Monday, January 19, 2009

Being Free and Mature in Love: A Prayerful Reflection on MLK, Jr. Day

Does this speak to you?

My friend Jody has the following passage from Fr. Richard Rohr, OFM, copied onto the cover of her journal:
"If your prayer is not enticing you outside your comfort zones, if your Christ is not an occasional 'threat,' you probably need to do some growing up and learning to love. You have to develop an ego before you can let go of it." -Fr. Richard Rohr in "Everything Belongs"

These words caught my attention this afternoon during our time together on this Martin Luther King, Jr. Holiday. With this passage next to Fr. Henri Nouwen's meditation for the day,* copied below, I have this inclination to type and sing boldly:
Love! Dancing! Space! Growing up in Love! Freedom! Yes! Woohoo!

Both priests call us toward a maturity, a letting go, a love that transcends so much of what our frail, human egos and beings naturally cling to. And this says volumes to my heart today about what true emancipation can be, and IS, when we get out of the way. The juxtaposition of prayerful words, along with the legacy and dream of Dr. King, hold some powerful implications, then, and lead me to ask:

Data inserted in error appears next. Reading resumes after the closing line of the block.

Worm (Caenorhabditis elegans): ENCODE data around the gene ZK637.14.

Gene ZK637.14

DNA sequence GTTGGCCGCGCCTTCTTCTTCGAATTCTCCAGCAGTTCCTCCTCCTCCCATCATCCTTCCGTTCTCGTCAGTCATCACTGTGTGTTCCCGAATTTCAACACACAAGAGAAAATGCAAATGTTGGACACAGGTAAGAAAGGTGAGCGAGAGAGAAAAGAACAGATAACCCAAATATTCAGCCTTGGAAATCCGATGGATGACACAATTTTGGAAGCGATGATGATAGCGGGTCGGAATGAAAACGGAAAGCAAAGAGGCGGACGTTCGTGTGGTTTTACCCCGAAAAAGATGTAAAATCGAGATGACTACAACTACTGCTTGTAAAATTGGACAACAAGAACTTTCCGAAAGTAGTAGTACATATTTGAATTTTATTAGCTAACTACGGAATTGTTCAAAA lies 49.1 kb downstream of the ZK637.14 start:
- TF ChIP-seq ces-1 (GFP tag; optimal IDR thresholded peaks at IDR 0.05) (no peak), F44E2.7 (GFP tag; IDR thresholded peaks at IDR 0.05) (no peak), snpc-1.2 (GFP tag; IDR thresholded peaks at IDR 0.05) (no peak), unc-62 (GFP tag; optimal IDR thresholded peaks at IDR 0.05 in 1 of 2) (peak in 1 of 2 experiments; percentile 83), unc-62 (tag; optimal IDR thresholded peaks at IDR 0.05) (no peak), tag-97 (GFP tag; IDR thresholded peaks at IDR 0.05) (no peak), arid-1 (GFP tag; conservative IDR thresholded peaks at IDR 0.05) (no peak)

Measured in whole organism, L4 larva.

What does it take to be free? To heal? To lead a nation? To have people and unity in our homes, and throughout the world?

Creating Space to Dance Together

When we feel lonely we keep looking for a person or persons who can take our loneliness away. Our lonely hearts cry out, "Please hold me, touch me, speak to me, pay attention to me." But soon we discover that the person we expect to take our loneliness away cannot give us what we ask for. Often that person feels oppressed by our demands and runs away, leaving us in despair. As long as we approach another person from our loneliness, no mature human relationship can develop. Clinging to one another in loneliness is suffocating and eventually becomes destructive. For love to be possible we need the courage to create space between us and to trust that this space allows us to dance together. - Fr. Henri Nouwen

Happy Contemplating!


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